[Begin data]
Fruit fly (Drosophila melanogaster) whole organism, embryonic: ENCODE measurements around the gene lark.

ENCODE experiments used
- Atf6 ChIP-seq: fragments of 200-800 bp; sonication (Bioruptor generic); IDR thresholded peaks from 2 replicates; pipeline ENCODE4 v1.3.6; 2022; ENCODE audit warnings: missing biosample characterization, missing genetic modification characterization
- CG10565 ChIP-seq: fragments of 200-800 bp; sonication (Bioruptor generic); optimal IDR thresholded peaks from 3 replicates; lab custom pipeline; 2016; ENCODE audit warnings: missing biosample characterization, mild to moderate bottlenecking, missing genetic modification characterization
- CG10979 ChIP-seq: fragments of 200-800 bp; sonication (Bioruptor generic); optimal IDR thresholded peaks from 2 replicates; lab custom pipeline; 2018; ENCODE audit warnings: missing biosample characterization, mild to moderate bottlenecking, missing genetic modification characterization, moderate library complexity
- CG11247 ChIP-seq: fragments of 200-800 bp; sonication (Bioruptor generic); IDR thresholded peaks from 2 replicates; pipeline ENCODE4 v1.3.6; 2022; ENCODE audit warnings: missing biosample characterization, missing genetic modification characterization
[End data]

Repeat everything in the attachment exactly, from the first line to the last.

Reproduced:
Fruit fly (Drosophila melanogaster) whole organism, embryonic: ENCODE measurements around the gene lark.

ENCODE experiments used
- Atf6 ChIP-seq: fragments of 200-800 bp; sonication (Bioruptor generic); IDR thresholded peaks from 2 replicates; pipeline ENCODE4 v1.3.6; 2022; ENCODE audit warnings: missing biosample characterization, missing genetic modification characterization
- CG10565 ChIP-seq: fragments of 200-800 bp; sonication (Bioruptor generic); optimal IDR thresholded peaks from 3 replicates; lab custom pipeline; 2016; ENCODE audit warnings: missing biosample characterization, mild to moderate bottlenecking, missing genetic modification characterization
- CG10979 ChIP-seq: fragments of 200-800 bp; sonication (Bioruptor generic); optimal IDR thresholded peaks from 2 replicates; lab custom pipeline; 2018; ENCODE audit warnings: missing biosample characterization, mild to moderate bottlenecking, missing genetic modification characterization, moderate library complexity
- CG11247 ChIP-seq: fragments of 200-800 bp; sonication (Bioruptor generic); IDR thresholded peaks from 2 replicates; pipeline ENCODE4 v1.3.6; 2022; ENCODE audit warnings: missing biosample characterization, missing genetic modification characterization